Search results for 'right to trial by jury' (try it on Scholar)

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  1.  38
    Thom Brooks (2004). The Right to Trial by Jury. Journal of Applied Philosophy 21 (2):197–212.
    This article offers a justification for the continued use of jury trials. I shall critically examine the ability of juries to render just verdicts, judicial impartiality, and judicial transparency. My contention is that the judicial system that best satisfies these values is most preferable. Of course, these three values are not the only factors relevant for consideration. Empirical evidence demonstrates that juries foster both democratic participation and public legitimation of legal decisions regarding the most serious cases. Nevertheless, juries are (...)
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  2.  4
    Robert A. Sedler, The Michigan Supreme Court Diminishes the Right to Trial by Jury in Civil Cases.
    In this paper, I have analyzed the right to trial by jury in civil cases as reflected in decisions of the Michigan Supreme Court over approximately a 20 year period dealing with three areas affecting the right to trial by jury in civil cases: (1) entitlement to a jury trial; (2) summary disposition; and (3) directed verdicts. The study was constructed to cover cases over a substantial period of time, so that it (...)
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  3.  11
    John F. Quinn (1993). The Right to Trial by Jury. Social Philosophy Today 8:91-101.
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  4.  77
    Thom Brooks (2004). A Defence of Jury Nullification. Res Publica 10 (4):401-423.
    In both Great Britain and the United States there has been a growing debate about the modern acceptability of jury nullification. Properly understood, juries do not have any constitutional right to ignore the law, but they do have the power to do so nevertheless. Juries that nullify may be motivated by a variety of concerns: too harsh sentences, improper government action, racism, etc. In this article, I shall attempt to defend jury nullification on a number of grounds. (...)
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  5.  4
    Lijana Štarienė (2009). The Limits of the Use of Undercover Agents and the Right to a Fair Trial Under Article 6(1) of the European Convention on Human Rights. [REVIEW] Jurisprudence 117 (3):263-284.
    Various special investigative methods are more often applied nowadays; their use is unavoidably induced by today’s reality in combating organised crime in the spheres such as corruption, prostitution, drug trafficking, trafficking in persons, money counterfeit and etc. Therefore, special secret investigative methods are more often used and they are very effective in gathering evidence for the purpose of detecting and investigating very well-organised or latent crimes. Both the Convention on the Protection on Human Rights and Fundamental Freedoms itself, i.e. its (...)
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  6.  14
    Peter Bachrach (1958). The Senate Debate on the Right to Jury Trial Versus the Right to Vote Controversy: A Case Study in Liberal Thought. Ethics 68 (3):210-216.
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  7.  11
    Mirko Bagaric (2010). The Right to an Impartial Hearing Trumps the Social Imperative of Bringing Accused to Trial Even 'Down Under'. Criminal Law and Philosophy 4 (3):321-339.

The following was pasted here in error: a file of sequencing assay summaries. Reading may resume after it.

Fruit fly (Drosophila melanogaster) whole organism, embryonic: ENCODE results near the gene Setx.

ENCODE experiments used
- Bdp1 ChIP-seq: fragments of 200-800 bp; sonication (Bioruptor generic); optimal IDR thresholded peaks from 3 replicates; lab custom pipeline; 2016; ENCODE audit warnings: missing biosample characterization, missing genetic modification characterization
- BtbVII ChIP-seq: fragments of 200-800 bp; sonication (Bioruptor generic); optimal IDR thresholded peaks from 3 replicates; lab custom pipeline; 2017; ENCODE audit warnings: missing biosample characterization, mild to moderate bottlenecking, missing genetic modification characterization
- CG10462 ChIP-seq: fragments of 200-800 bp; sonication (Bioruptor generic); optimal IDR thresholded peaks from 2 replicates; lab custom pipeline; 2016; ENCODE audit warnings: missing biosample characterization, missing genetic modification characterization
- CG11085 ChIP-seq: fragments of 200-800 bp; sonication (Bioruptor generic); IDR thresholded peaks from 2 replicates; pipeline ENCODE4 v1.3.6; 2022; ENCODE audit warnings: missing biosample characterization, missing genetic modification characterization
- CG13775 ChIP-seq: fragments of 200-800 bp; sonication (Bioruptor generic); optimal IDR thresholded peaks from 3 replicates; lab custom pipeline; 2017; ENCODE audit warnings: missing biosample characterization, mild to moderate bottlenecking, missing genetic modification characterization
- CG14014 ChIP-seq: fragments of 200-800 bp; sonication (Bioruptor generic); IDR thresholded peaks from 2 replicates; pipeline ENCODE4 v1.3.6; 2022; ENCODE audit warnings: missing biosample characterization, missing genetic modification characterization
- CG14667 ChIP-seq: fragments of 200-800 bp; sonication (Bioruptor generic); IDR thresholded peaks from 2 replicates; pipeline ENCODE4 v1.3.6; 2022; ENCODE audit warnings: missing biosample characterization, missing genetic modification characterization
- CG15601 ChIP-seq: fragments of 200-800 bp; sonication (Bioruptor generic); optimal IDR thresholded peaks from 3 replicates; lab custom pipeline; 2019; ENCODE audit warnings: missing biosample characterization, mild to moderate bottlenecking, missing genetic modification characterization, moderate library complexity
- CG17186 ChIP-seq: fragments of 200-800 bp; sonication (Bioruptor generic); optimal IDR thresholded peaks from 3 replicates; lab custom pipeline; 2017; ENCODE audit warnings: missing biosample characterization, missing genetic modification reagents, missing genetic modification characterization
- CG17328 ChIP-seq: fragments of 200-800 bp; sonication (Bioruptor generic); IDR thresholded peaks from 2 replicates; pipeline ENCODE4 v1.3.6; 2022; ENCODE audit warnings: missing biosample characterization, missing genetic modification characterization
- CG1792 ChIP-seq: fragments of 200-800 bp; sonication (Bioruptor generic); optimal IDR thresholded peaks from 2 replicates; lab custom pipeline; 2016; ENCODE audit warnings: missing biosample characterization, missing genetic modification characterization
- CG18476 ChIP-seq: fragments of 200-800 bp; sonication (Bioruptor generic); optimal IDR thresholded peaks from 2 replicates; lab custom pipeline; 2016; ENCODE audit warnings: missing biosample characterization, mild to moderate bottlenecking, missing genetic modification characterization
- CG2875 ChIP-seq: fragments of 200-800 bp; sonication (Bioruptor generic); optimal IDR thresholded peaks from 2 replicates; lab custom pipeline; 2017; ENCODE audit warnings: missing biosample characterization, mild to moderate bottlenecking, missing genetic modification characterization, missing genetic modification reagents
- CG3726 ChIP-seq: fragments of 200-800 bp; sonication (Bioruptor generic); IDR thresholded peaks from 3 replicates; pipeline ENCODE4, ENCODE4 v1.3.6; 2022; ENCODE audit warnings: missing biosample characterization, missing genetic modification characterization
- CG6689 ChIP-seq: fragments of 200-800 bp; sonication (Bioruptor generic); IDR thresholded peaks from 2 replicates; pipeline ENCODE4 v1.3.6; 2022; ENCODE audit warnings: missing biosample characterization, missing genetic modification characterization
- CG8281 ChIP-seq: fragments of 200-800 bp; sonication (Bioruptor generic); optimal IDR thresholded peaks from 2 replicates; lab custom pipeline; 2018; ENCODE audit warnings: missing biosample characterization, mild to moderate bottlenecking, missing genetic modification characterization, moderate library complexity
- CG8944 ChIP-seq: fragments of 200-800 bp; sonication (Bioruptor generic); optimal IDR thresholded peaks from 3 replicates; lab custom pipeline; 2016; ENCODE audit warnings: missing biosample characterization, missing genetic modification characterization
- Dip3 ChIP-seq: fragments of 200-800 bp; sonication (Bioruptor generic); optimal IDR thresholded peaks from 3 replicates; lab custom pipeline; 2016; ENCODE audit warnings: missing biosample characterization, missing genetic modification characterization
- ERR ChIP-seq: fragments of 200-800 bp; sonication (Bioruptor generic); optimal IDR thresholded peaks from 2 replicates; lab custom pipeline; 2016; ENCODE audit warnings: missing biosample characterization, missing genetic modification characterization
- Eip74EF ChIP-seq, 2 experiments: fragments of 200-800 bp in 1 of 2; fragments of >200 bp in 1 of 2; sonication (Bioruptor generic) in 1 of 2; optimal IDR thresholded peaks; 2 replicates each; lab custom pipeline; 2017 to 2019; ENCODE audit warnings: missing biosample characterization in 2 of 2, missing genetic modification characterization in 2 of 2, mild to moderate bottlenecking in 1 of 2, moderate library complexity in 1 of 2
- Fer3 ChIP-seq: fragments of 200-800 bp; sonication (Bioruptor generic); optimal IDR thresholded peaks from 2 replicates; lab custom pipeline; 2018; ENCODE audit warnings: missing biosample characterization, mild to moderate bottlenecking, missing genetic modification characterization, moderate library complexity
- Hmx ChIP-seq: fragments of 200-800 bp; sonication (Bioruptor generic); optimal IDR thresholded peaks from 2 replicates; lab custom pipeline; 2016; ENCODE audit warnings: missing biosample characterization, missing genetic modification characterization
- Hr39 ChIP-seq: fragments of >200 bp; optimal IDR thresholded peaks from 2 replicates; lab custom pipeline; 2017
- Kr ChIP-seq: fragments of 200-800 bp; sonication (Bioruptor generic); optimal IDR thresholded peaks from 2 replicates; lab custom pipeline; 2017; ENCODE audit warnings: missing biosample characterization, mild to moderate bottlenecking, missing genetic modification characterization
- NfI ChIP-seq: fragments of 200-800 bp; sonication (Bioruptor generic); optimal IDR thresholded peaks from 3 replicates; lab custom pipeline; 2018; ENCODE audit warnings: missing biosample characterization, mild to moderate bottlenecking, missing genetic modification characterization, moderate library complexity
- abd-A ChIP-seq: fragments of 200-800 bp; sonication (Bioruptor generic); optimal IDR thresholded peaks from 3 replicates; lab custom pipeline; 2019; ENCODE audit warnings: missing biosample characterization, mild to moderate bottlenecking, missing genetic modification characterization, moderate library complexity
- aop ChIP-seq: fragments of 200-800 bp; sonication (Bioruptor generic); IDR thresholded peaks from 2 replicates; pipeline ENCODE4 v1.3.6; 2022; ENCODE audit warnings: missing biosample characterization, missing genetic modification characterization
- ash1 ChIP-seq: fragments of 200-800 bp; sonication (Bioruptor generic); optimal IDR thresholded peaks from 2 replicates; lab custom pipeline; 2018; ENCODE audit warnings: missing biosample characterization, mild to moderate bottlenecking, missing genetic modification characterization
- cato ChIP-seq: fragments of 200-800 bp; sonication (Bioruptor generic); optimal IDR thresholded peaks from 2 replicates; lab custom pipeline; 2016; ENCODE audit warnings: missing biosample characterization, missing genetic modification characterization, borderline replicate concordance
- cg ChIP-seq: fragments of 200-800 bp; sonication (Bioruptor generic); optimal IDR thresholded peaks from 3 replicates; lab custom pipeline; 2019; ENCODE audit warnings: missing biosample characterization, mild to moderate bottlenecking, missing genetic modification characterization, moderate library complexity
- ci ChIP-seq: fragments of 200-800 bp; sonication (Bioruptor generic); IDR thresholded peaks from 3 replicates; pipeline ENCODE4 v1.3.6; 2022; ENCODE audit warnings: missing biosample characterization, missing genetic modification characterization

Accused persons who are subjected to a saturation level of negative media coverage may be denied an impartial hearing, which is perhaps the most important aspect of the right to a fair hearing. Despite this, the courts have generally held that the social imperative of prosecuting accused trumps the interests of the accused. The justification for an impartial hearing stems from the repugnance of convicting the innocent. Viewed dispassionately, this imperative is not absolute, given that every legal system condones (...)
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  8.  4
    Monique A. Spillman & Robert M. Sade (2007). Clinical Trials of Xenotransplantation: Waiver of the Right to Withdraw From a Clinical Trial Should Be Required. Journal of Law, Medicine & Ethics 35 (2):265-272.
    Xenotransplantation pits clinical research ethics against public health needs because recipients must undergo long-term, perhaps life-long, surveillance for infectious diseases. This surveillance requirement is effectively an abrogation of the right to withdraw from a clinical trial. Ulysses contracts, which are advance directives for future care, may be an ethical mechanism by which to balance public health needs against limitation of individual rights.
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  9.  18
    Richard L. Lippke (2008). To Waive or Not to Waive: The Right to Trial and Plea Bargaining. [REVIEW] Criminal Law and Philosophy 2 (2):181-199.
    Criminal defendants in many countries are faced with a dilemma: If they waive their right to trial and plead guilty, they typically receive charge or sentence reductions in exchange for having done so. If they exercise their right to trial and are found guilty, they often receive stiffer sanctions than if they had pled guilty. I characterize the former as ‘waiver rewards’ and the latter as ‘non-waiver penalties.’ After clarifying the two and considering the relation between (...)
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  10.  1
    James W. Nickel (2016). Can a Right to Health Care Be Justified by Linkage Arguments? Theoretical Medicine and Bioethics 37 (4):293-306.
    Linkage arguments, which defend a controversial right by showing that it is indispensable or highly useful to an uncontroversial right, are sometimes used to defend the right to health care. This article evaluates such arguments when used to defend RHC. Three common errors in using linkage arguments are neglecting levels of implementation, expanding the scope of the supported right beyond its uncontroversial domain, and giving too much credit to the supporting right for outcomes in its (...)
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  11.  7
    S. Fischer, C. A. Huber, L. Imhof, R. Mahrer Imhof, M. Furter, S. J. Ziegler & G. Bosshard (2008). Suicide Assisted by Two Swiss Right-to-Die Organisations. Journal of Medical Ethics 34 (11):810-814.